Just Jones

Everything To Help


Happy New Year! I’m so glad to be back in the building, starting my 2023 off still crying over calculus, anxiously awaiting college decisions, and avoiding the near ending of my time here at Parker. I originally intended on writing my first column of 2023 on New Year’s resolutions of mine. As I sat brainstorming my new list of to-do’s: Get my Driver’s License, Learn to cook, Read 50 books… I couldn’t ignore the more pressing topic I wanted to address: my education. 

Though every institution has its flaws, there is so much to love about this place. From our teachers, to classes, to clubs, and to our community, Parker has transformed my perception of what education is and what it should be. I feel the need to say thank you. As a timid eighth grader, I came into our model home running away from striped ties, navy school blazers, house points, and British accents, and as I get my key to the house this June, I realize how school has given more to me than I ever could have imagined. 

Recalling one of my first Parker memories, I remember sitting in Mr. Fuder’s room watching him explain the masks hanging off of the ceiling, the quotes flailing off of the walls, and the names inscribed hundreds of times over on the desk chair in the back corner. Somewhere in between egg drop labs and telenovelas, I fell in love with my progressive education. Though I haven’t been here to earn the critically acclaimed “14-year-gang” name, I still grew up within these walls, and for the past five years, I have been blessed with Parker’s immense opportunities and resources. I’ve been lucky enough to travel, to hear and engage with current U.S. Senators and Oscar-nominated actors, to use 3D printers and high-quality technology, and so much more. It would be foolish to ignore the fact that these resources have completely enhanced the quality of my education, and for that I am beyond grateful. But this building is nothing without the people who keep it functioning. This school building is nothing without our teachers. Parker’s faculty members possess a kind of contagious enthusiasm that has helped me fall in love with learning.  So much of what makes Parker’s walls feel like another home to me wouldn’t exist without the faculty who work here.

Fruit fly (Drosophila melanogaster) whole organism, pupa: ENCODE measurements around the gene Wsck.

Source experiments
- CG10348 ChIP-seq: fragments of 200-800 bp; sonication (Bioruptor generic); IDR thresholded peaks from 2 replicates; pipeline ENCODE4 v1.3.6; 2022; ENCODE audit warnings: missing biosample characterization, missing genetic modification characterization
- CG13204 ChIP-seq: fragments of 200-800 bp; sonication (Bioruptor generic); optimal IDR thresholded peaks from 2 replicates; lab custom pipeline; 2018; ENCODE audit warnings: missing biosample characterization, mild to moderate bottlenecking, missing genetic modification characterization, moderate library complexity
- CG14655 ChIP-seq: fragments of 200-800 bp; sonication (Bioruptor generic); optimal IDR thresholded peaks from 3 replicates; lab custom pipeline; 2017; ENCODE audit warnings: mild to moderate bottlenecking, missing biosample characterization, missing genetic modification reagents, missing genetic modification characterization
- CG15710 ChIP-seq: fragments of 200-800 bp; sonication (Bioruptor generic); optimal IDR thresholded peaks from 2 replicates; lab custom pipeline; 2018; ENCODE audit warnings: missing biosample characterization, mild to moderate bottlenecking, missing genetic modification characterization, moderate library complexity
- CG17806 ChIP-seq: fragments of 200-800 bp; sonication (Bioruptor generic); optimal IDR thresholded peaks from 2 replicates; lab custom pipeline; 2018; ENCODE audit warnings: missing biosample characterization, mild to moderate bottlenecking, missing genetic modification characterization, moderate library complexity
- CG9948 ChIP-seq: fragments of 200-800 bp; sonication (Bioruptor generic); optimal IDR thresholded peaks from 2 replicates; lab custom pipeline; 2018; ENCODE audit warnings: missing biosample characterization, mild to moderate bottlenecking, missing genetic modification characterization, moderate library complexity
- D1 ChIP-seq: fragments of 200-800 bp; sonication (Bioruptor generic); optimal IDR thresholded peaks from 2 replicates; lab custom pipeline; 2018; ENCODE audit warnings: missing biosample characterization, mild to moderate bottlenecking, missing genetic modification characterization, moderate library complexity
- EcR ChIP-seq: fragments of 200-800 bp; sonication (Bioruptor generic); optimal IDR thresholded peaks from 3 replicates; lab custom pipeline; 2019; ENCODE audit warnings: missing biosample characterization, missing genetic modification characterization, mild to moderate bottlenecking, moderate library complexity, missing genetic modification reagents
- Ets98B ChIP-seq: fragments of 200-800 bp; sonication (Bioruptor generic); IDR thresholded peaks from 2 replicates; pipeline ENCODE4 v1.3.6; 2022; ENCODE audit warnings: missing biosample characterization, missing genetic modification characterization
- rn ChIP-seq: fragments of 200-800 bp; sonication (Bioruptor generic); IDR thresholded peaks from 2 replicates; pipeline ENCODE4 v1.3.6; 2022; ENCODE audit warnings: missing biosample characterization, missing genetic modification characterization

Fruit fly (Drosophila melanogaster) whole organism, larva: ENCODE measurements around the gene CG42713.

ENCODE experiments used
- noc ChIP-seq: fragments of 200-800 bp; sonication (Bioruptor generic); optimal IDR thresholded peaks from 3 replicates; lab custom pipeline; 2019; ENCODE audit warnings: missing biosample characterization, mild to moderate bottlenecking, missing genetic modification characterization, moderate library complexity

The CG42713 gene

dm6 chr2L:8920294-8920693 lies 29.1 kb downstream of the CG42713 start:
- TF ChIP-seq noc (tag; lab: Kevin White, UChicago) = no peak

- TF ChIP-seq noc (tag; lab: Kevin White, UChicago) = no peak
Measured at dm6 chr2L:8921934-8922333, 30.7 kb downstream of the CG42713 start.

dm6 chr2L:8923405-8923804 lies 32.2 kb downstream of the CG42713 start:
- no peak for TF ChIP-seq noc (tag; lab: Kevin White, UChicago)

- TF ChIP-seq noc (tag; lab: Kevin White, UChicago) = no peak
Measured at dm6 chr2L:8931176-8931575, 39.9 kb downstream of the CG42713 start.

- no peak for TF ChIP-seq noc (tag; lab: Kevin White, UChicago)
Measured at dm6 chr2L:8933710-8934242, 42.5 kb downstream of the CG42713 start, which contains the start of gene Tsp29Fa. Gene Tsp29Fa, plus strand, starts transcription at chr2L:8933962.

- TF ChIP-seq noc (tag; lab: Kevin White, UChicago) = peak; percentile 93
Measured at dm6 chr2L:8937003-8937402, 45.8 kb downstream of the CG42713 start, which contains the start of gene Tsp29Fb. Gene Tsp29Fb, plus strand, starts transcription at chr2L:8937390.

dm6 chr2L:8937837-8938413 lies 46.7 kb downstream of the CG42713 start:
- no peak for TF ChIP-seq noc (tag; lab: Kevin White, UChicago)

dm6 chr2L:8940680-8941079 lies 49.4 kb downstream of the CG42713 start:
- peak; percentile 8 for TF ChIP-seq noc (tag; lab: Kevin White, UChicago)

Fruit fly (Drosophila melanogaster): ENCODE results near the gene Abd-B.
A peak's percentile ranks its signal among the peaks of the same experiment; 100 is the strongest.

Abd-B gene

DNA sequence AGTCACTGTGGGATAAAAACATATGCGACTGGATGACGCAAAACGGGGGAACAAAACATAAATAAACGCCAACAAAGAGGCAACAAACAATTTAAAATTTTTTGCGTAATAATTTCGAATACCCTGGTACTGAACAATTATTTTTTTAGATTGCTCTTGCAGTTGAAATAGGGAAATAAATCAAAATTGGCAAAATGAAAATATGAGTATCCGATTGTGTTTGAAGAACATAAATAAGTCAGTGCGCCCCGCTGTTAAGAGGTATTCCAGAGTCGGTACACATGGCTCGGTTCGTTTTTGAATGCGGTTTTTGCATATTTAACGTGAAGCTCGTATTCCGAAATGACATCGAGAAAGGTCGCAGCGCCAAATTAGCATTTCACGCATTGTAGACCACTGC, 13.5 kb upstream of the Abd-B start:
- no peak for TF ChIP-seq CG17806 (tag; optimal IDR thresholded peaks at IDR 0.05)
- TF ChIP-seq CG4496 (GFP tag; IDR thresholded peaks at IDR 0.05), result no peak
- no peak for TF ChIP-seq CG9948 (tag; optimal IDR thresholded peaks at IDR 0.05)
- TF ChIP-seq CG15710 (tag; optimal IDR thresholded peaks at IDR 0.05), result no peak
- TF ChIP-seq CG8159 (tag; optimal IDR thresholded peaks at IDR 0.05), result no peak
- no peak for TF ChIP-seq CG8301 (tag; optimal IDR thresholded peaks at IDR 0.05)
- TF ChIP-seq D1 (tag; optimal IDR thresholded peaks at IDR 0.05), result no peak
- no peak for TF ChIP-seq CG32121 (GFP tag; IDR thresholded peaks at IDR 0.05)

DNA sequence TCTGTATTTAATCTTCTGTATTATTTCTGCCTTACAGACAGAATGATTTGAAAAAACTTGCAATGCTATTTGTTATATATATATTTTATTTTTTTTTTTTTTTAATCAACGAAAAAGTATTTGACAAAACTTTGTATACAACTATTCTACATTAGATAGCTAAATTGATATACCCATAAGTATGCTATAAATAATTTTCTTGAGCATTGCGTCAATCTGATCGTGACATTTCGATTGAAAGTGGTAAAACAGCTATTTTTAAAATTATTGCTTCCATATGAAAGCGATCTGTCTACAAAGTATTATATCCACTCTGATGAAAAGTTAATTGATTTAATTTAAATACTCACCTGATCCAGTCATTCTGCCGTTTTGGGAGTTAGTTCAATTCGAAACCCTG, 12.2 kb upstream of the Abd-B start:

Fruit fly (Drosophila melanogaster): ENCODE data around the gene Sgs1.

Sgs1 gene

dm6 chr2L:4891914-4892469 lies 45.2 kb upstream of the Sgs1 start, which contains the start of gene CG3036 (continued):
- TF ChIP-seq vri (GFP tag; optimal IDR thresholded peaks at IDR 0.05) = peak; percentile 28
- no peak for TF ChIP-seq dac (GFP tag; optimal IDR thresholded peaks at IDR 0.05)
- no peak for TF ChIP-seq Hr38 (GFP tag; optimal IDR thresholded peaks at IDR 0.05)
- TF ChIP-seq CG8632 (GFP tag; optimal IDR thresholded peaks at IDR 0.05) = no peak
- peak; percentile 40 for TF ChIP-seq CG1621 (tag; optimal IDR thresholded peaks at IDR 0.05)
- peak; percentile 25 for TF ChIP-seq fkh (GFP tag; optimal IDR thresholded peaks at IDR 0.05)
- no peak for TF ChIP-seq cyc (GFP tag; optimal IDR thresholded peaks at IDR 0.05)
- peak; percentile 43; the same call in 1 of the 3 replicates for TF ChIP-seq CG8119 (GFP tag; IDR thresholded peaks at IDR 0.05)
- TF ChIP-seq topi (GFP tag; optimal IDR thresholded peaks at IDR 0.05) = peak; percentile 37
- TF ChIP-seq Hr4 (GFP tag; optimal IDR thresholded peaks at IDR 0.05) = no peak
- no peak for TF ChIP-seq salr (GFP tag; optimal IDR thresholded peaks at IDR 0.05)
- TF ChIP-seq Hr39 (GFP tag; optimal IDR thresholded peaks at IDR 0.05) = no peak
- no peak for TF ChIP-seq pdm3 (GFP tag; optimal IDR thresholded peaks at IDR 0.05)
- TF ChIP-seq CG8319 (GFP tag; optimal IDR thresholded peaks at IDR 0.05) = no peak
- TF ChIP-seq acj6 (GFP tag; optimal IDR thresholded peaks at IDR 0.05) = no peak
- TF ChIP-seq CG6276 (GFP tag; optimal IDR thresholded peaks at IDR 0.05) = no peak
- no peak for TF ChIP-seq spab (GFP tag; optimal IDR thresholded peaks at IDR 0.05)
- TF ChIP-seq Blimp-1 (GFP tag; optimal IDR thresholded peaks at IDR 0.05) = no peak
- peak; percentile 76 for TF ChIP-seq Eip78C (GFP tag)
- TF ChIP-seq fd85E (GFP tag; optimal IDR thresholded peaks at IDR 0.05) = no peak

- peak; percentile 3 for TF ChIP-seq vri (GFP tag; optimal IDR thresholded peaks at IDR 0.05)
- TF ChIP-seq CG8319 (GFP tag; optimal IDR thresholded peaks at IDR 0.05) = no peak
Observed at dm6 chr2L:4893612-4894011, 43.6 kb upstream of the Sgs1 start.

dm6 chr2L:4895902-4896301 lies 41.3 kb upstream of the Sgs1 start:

Education is impossible without challenges, and I’ve experienced nothing but relentless encouragement from teachers providing unwavering support to help me overcome mine, and in doing so modeling the values Parker seeks to instill in its students. And so after the Project Veritas scandal, my classmates and I were more than willing to stand by a member of our tribe.

This unconventional journey of healing for the past two months has been a team effort, one which none of us would have been able to without the help of all functioning parts of our model home. It is so critical to realize here that when we come together to actually take advantage of the privileges we have, and when we voice our opinions, something really special happens. We can inspire change and foster meaningful relationships with each other. 

What unnerved me so much about our December Project Veritas scandal was how many people thought that we as Parker students were victims to our education. This portrayal of us is wildly inaccurate. Project Veritas’ supporters think we have nothing to do with the education and curriculum at Parker. They have no idea that we are active proponents in what we learn and how we learn. And they have no idea that we as Parker students propel our own education and that we are unafraid to defend it.

Parker is founded on principles of whole child education and free thought. My Parker education has taught me to strive for greatness but in a way that helps others. It taught me to be kind, overly-inclusive, and it taught me to always keep going–no matter who or what gets in the way. Thanks to Parker, I value outside thinking and collaboration. I have been taught to assert myself and stand up for what I believe in. As Parker students, we are taught to be multifaceted and compassionate people who care about not only each other but the world. We are global, social citizens and we know better than to stand idly by and accept homophobia as an excuse to deny us the kind of inclusive education that we want, need, and deserve. 

As a wise Dean of Students once told me, “Let everything happen for you, not to you.” It is who we are as human beings that counts in the end. There is so much love that exists in this building. The people we’ve become here and met here are forever. I am proud to be a student here, and I am proud to engage in this inclusive, progressive, diverse education. 

You know you love me, 

Rania Jones